Loyola University Chicago (IL) University of New Haven (CT)
New York University Shanghai (SHG, China) University of Redlands (CA)
Occidental College (CA) University of Tennessee at Martin (TN)
Pacific University (OR) University of Texas System (TX)
Palo Alto College (TX) University of Wisconsin–La Crosse (WI)
Samford University (AL) University of Wisconsin–Platteville (WI)
Spokane Community College (WA) Washington and Lee University (VA)
St. John Fisher College (NY) Willamette University (OR)
State University of New York College at Potsdam (NY)  

Institute on High-Impact Practices and Student Success, Participating Campuses

Adelphi University (NY) Loyola University Maryland (MD)
Alamo Community College District (TX) Mercy College (NY)
Albertus Magnus College (CT) Northern Illinois University (IL)
Berea College (KY) Norwalk Community College (CT)
Bergen Community College (NJ) Oklahoma City University (OK)
Berklee College of Music (MA) Point Park University (PA)
Borough of Manhattan Community College (NY) Regis College (MA)
Boston University (MA) Skyline College (CA)
Bowling Green State University (OH) Tallahassee Community College (FL)
Bradley University (IL) Temple University (PA)
Bridgewater State University (MA) University of Alaska Anchorage (AK)
California State University Bakersfield (CA) University of Central Oklahoma (OK)
California State University–Northridge (CA) University of Georgia (GA)
Chaminade University of Honolulu (HI) University of Massachusetts (MA)
Colorado State University (CO) University of Mississippi (MS)
County College of Morris (NJ) University of North Carolina Wilmington (NC)
Florida International University (FL) University of North Dakota (ND)
Franklin & Marshall College (PA) University of St. Thomas (TX)
Hampshire College (MA) Virginia Polytechnic Institute and State University (VA)
Indiana State University (IN) Washington & Jefferson College (PA)
Indiana University–Purdue University Weber State University (UT)
Indianapolis (IN) West Virginia Wesleyan College (WV)
Keene State College (NH) Worcester Polytechnic Institute (MA)
Kent State University (OH) York College of Pennsylvania (PA)
Lee University (TN)  

Institute on Integrative Learning and Signature Work, Participating Campuses

Bucknell University (PA) Mercer University (GA)
California State University–Monterey Bay (CA) Muhlenberg College (PA)
Cedar Crest College (PA) Prairie State College (IL)
College of Western Idaho (ID) Quinsigamond Community College (MA)
Cornell College (IA) Richland College (TX)
County College of Morris (NJ) Saginaw Valley State University (MI)
Dickinson College (PA) Saint Louis University (MO)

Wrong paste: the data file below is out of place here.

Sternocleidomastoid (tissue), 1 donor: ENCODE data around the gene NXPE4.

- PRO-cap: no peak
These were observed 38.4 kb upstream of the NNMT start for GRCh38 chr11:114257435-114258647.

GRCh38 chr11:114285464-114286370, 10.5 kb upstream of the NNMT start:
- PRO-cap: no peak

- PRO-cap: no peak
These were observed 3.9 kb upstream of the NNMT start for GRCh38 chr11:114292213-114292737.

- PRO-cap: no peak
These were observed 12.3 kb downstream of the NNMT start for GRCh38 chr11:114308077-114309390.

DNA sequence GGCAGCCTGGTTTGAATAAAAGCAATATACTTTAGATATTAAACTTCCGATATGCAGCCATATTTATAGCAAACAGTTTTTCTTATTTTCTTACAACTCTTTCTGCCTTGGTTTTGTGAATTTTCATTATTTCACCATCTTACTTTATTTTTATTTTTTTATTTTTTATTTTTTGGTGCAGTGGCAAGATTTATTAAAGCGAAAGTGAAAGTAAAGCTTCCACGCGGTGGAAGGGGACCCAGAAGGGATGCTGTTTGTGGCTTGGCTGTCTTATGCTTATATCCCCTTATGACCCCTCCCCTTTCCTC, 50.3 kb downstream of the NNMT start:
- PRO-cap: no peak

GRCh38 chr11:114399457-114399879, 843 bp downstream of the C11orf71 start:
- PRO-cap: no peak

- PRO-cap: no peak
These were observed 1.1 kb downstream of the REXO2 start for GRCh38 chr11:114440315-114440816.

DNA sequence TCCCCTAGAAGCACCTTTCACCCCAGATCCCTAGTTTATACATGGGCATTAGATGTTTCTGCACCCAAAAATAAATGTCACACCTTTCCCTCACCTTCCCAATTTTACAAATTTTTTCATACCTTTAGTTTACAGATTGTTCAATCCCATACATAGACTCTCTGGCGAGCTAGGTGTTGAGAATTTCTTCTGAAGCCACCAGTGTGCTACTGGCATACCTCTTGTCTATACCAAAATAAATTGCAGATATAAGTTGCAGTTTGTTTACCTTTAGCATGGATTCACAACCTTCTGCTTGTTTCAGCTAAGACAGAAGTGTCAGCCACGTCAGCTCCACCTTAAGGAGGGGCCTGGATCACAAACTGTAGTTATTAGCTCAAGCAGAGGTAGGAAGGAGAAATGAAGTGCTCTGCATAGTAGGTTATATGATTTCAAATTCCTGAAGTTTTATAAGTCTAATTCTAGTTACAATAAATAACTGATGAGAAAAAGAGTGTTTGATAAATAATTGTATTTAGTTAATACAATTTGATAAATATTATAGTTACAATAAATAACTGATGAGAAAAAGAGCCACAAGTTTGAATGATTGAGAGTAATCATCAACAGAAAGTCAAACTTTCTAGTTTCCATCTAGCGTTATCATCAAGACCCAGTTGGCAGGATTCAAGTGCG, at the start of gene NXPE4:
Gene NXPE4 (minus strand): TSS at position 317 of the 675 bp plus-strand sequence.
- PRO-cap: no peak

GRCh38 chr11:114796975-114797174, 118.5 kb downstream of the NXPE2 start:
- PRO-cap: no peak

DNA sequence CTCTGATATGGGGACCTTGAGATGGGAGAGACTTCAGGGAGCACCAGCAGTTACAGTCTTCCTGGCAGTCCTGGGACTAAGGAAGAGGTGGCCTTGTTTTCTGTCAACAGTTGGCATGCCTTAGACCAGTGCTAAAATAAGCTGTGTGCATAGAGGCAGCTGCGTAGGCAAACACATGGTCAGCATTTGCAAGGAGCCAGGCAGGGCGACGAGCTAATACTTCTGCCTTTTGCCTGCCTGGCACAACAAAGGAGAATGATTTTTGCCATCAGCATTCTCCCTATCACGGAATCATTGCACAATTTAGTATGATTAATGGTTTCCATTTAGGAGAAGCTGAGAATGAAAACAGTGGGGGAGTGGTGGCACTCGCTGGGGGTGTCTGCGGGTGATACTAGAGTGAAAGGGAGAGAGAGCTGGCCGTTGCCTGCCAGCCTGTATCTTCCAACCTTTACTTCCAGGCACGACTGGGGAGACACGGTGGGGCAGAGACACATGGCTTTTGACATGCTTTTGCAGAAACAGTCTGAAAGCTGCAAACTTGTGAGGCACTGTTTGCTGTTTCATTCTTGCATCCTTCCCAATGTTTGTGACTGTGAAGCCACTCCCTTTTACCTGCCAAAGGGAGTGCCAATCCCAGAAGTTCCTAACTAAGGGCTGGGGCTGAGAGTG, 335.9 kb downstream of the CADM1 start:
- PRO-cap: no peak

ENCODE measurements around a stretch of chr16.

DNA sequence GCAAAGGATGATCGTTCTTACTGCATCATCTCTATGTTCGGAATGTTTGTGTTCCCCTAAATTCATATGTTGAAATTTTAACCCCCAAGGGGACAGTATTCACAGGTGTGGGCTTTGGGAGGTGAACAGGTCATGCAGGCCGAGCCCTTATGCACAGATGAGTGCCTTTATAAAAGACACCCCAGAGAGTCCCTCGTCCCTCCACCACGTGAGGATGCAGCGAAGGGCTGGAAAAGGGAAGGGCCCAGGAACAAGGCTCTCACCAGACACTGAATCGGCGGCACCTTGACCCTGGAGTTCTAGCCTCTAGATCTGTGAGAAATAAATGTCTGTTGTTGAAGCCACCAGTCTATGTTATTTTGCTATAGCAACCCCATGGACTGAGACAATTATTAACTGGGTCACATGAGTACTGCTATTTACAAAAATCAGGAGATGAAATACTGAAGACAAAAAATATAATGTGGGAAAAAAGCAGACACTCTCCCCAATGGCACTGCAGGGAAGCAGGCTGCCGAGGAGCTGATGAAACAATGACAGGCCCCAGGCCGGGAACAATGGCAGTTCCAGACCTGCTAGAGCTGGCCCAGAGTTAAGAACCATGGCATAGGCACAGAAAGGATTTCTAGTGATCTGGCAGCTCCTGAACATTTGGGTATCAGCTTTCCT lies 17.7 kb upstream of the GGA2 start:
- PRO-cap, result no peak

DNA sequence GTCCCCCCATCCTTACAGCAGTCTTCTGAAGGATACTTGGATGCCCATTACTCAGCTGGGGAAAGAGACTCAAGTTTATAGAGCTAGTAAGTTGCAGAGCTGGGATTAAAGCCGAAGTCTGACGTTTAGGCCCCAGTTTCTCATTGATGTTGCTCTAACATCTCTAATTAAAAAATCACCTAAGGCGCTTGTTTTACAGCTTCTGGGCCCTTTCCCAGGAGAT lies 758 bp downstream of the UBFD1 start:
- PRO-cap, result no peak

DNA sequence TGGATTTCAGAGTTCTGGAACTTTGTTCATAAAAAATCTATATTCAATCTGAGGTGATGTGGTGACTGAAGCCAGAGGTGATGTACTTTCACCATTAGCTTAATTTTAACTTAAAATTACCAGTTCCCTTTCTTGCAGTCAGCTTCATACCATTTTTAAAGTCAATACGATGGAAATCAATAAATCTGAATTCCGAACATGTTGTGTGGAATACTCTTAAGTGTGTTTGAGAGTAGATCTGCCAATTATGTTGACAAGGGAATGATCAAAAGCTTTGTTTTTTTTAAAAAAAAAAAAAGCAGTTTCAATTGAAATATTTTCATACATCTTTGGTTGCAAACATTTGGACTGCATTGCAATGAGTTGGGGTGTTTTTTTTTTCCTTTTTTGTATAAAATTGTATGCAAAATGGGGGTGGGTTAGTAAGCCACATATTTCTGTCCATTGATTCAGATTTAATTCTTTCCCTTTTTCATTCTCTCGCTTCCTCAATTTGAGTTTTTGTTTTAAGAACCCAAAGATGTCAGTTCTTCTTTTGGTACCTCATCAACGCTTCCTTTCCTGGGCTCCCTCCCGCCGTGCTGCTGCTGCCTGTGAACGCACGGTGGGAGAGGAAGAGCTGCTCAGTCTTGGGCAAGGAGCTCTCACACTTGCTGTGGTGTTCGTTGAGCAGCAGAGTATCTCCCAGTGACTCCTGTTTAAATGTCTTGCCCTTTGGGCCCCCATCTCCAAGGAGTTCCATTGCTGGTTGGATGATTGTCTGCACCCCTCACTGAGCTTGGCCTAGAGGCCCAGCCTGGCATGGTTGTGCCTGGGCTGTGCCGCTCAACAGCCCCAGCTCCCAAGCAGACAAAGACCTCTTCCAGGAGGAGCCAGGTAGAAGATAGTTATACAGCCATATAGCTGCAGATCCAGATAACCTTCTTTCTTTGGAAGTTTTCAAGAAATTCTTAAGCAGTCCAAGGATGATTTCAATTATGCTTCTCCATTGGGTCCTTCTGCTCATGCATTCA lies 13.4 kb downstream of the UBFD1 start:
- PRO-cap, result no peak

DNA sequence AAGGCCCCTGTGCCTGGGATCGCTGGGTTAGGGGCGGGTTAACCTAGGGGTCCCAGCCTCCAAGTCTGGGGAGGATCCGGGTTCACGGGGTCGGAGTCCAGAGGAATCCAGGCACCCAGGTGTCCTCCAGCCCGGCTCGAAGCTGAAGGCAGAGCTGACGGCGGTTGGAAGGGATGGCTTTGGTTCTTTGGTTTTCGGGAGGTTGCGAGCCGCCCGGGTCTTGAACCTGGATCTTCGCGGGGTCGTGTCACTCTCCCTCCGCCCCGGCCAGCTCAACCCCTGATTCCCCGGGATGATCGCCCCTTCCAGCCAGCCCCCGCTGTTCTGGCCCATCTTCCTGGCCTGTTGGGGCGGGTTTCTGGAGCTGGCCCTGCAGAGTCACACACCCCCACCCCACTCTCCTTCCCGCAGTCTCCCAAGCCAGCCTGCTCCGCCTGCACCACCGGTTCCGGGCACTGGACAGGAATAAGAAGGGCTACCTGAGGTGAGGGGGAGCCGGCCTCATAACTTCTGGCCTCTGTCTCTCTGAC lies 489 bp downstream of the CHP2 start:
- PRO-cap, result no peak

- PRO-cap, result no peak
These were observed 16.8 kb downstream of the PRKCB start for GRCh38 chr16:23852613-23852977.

Florida State College at Jacksonville (FL) Skyline College (CA)
Houston Community College (TX) South Mountain Community College (AZ)
Indiana State University (IN) St. Norbert College (WI)
Indiana University East (IN) State University of New York College at Geneseo (NY)
Lasell College (MA) Stetson University (FL)
Le Moyne College (NY) Texas A & M University–Texarkana (TX)
Longwood University (VA) University of Texas at El Paso (TX)
Louisiana State University and Agricultural and Mechanical College (LA) University of the District of Columbia (DC)
Loyola Marymount University (CA) University of Wisconsin–Whitewater (WI)
Marian University (WI) Vassar College (NY)
Marshall University (WV) Weber State University (UT)
McDaniel College (MD)  

Project Kaleidoscope STEM Leadership Institutes, Participating Campuses

Albertus Magnus College (CT) Northeastern Illinois University (IL)
Albion College (MI) Oakton Community College (IL)
Amherst College (MA) Penn State University Park (PA)
Anne Arundel Community College (MD) Radford University (VA)
Aquinas College (MI) Santa Clara University (CA)
Baldwin Wallace University (OH) Simmons College (MA)
Bard College (NY) St. Cloud State University (MN)
Boise State University (ID) St. Edward's University (TX)
Bowling Green State University (OH) St. John's University (NY)
Buena Vista University (IA) Stetson University (FL)
California State Polytechnic University–Pomona (CA) Stonehill College (MA)
California State University–Fresno (CA) Susquehanna University (PA)
California State University–Los Angeles (CA) The College of Saint Scholastica (MN)
California State University–San Bernardino (CA) University of Georgia (GA)
Carleton College (MN) University of Mount Union (OH)
City University of New York Queensborough Community College  (NY) University of Nebraska–Lincoln (NE)
Colorado College (CO) University of North Carolina Wilmington (NC)
Columbus State University (GA) University of North Georgia (GA)
Delaware State University (DE) University of Notre Dame (IN)
Ferris State University (MI) University of Saint Thomas (MN)
Hampton University (VA) University of San Diego (CA)
Illinois Wesleyan University (IL) University of Washington Tacoma Campus (WA)
Jacksonville University (FL) University of Wisconsin–Whitewater (WI)
James Madison University (VA) Virginia Union University (VA)
Kennesaw State University (GA) Western Carolina University (NC)
Lewis and Clark College (OR) Western New England University (MA)
Lewis University (IL) Westminster College (MO)
Marian University (WI) Wheaton College (MA)
Morgan State University (MD) Whitworth University (WA)
New Jersey City University (NJ) Worcester State University (MA)
North Carolina Agricultural and Technical State University (NC) York College of Pennsylvania (PA)

About AAC&U

AAC&U is the leading national association concerned with the quality, vitality, and public standing of undergraduate liberal education. Its members are committed to extending the advantages of a liberal education to all students, regardless of academic specialization or intended career. Founded in 1915, AAC&U now comprises nearly 1,400 member institutions—including accredited public and private colleges, community colleges, research universities, and comprehensive universities of every type and size.

AAC&U functions as a catalyst and facilitator, forging links among presidents, administrators, and faculty members who are engaged in institutional and curricular planning. Its mission is to reinforce the collective commitment to liberal education and inclusive excellence at both the national and local levels, and to help individual institutions keep the quality of student learning at the core of their work as they evolve to meet new economic and social challenges.